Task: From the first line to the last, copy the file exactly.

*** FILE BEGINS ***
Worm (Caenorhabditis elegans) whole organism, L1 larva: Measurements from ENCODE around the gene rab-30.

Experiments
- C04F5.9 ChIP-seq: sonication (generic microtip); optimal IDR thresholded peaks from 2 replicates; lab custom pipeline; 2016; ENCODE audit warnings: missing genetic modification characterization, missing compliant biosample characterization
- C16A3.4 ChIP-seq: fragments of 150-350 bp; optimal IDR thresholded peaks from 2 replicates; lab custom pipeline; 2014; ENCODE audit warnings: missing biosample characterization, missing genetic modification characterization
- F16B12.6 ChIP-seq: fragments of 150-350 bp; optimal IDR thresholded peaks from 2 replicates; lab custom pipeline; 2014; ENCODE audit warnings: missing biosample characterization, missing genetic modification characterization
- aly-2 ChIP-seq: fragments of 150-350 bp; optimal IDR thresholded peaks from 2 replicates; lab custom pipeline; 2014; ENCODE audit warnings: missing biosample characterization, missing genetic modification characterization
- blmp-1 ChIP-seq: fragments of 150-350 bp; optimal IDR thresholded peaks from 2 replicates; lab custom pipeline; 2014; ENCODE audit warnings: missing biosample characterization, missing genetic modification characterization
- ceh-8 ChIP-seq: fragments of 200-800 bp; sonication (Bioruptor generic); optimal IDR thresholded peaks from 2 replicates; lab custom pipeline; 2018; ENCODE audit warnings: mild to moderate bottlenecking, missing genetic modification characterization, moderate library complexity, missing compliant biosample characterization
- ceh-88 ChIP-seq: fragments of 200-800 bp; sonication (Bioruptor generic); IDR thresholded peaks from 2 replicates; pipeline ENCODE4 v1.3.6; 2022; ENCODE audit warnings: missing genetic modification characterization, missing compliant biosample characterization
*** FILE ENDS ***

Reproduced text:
Worm (Caenorhabditis elegans) whole organism, L1 larva: Measurements from ENCODE around the gene rab-30.

Experiments
- C04F5.9 ChIP-seq: sonication (generic microtip); optimal IDR thresholded peaks from 2 replicates; lab custom pipeline; 2016; ENCODE audit warnings: missing genetic modification characterization, missing compliant biosample characterization
- C16A3.4 ChIP-seq: fragments of 150-350 bp; optimal IDR thresholded peaks from 2 replicates; lab custom pipeline; 2014; ENCODE audit warnings: missing biosample characterization, missing genetic modification characterization
- F16B12.6 ChIP-seq: fragments of 150-350 bp; optimal IDR thresholded peaks from 2 replicates; lab custom pipeline; 2014; ENCODE audit warnings: missing biosample characterization, missing genetic modification characterization
- aly-2 ChIP-seq: fragments of 150-350 bp; optimal IDR thresholded peaks from 2 replicates; lab custom pipeline; 2014; ENCODE audit warnings: missing biosample characterization, missing genetic modification characterization
- blmp-1 ChIP-seq: fragments of 150-350 bp; optimal IDR thresholded peaks from 2 replicates; lab custom pipeline; 2014; ENCODE audit warnings: missing biosample characterization, missing genetic modification characterization
- ceh-8 ChIP-seq: fragments of 200-800 bp; sonication (Bioruptor generic); optimal IDR thresholded peaks from 2 replicates; lab custom pipeline; 2018; ENCODE audit warnings: mild to moderate bottlenecking, missing genetic modification characterization, moderate library complexity, missing compliant biosample characterization
- ceh-88 ChIP-seq: fragments of 200-800 bp; sonication (Bioruptor generic); IDR thresholded peaks from 2 replicates; pipeline ENCODE4 v1.3.6; 2022; ENCODE audit warnings: missing genetic modification characterization, missing compliant biosample characterization